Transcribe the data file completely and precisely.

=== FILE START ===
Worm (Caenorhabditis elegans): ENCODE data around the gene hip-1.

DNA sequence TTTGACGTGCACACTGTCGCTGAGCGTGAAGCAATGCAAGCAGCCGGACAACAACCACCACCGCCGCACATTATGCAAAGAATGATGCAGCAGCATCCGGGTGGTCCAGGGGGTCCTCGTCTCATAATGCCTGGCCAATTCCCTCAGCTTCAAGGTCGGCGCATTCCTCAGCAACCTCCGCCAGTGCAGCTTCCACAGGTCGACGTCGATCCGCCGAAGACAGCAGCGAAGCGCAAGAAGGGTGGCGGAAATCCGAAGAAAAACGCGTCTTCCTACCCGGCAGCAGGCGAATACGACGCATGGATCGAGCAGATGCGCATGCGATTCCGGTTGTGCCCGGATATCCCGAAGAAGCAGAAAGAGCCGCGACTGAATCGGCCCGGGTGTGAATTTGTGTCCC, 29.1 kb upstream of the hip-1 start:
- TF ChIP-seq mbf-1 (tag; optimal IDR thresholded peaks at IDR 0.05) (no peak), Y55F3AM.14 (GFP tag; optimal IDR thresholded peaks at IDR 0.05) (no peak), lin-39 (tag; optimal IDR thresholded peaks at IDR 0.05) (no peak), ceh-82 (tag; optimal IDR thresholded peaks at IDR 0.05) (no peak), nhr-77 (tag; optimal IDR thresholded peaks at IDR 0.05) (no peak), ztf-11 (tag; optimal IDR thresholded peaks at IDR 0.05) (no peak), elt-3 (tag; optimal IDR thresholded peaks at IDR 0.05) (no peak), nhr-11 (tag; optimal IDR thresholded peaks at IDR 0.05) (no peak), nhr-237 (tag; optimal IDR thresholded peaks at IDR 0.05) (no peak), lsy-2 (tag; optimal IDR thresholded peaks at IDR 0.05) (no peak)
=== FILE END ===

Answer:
Worm (Caenorhabditis elegans): ENCODE data around the gene hip-1.

DNA sequence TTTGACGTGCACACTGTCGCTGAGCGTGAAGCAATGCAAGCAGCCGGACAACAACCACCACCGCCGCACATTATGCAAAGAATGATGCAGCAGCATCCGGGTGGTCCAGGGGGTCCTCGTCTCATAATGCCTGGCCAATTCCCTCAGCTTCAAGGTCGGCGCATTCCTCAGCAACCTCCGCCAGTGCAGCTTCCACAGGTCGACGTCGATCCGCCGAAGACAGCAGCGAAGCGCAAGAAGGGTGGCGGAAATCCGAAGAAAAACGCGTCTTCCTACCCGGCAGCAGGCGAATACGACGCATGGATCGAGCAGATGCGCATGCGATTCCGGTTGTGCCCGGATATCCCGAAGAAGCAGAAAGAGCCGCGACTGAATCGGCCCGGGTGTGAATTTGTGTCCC, 29.1 kb upstream of the hip-1 start:
- TF ChIP-seq mbf-1 (tag; optimal IDR thresholded peaks at IDR 0.05) (no peak), Y55F3AM.14 (GFP tag; optimal IDR thresholded peaks at IDR 0.05) (no peak), lin-39 (tag; optimal IDR thresholded peaks at IDR 0.05) (no peak), ceh-82 (tag; optimal IDR thresholded peaks at IDR 0.05) (no peak), nhr-77 (tag; optimal IDR thresholded peaks at IDR 0.05) (no peak), ztf-11 (tag; optimal IDR thresholded peaks at IDR 0.05) (no peak), elt-3 (tag; optimal IDR thresholded peaks at IDR 0.05) (no peak), nhr-11 (tag; optimal IDR thresholded peaks at IDR 0.05) (no peak), nhr-237 (tag; optimal IDR thresholded peaks at IDR 0.05) (no peak), lsy-2 (tag; optimal IDR thresholded peaks at IDR 0.05) (no peak)